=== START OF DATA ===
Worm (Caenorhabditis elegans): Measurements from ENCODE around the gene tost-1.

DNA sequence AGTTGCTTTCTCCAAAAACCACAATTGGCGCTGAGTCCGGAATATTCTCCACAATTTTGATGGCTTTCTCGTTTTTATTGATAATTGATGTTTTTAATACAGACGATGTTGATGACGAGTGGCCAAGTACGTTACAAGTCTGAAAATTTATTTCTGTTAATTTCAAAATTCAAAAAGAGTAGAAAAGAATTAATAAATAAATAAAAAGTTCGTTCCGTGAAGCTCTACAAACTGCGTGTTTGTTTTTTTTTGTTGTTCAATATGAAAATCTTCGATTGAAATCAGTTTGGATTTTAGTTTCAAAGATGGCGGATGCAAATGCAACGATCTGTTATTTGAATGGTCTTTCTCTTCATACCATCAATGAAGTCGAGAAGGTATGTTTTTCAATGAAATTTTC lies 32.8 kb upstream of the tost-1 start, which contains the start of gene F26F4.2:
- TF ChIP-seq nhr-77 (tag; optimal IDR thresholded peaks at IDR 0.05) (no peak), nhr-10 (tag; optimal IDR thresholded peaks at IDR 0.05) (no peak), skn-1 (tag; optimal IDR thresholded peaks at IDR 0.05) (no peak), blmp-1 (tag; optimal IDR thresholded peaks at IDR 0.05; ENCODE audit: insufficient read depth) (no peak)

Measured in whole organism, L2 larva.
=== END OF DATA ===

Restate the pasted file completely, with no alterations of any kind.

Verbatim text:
Worm (Caenorhabditis elegans): Measurements from ENCODE around the gene tost-1.

DNA sequence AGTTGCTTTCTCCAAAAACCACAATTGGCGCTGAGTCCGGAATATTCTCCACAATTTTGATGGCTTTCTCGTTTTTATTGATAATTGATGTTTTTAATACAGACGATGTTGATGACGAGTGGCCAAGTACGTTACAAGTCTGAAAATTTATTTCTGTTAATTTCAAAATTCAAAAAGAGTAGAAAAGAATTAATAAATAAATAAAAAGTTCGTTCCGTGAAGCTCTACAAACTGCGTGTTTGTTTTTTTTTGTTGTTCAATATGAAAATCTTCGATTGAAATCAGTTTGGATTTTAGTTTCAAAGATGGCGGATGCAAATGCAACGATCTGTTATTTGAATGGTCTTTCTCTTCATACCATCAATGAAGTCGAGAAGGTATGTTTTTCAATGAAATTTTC lies 32.8 kb upstream of the tost-1 start, which contains the start of gene F26F4.2:
- TF ChIP-seq nhr-77 (tag; optimal IDR thresholded peaks at IDR 0.05) (no peak), nhr-10 (tag; optimal IDR thresholded peaks at IDR 0.05) (no peak), skn-1 (tag; optimal IDR thresholded peaks at IDR 0.05) (no peak), blmp-1 (tag; optimal IDR thresholded peaks at IDR 0.05; ENCODE audit: insufficient read depth) (no peak)

Measured in whole organism, L2 larva.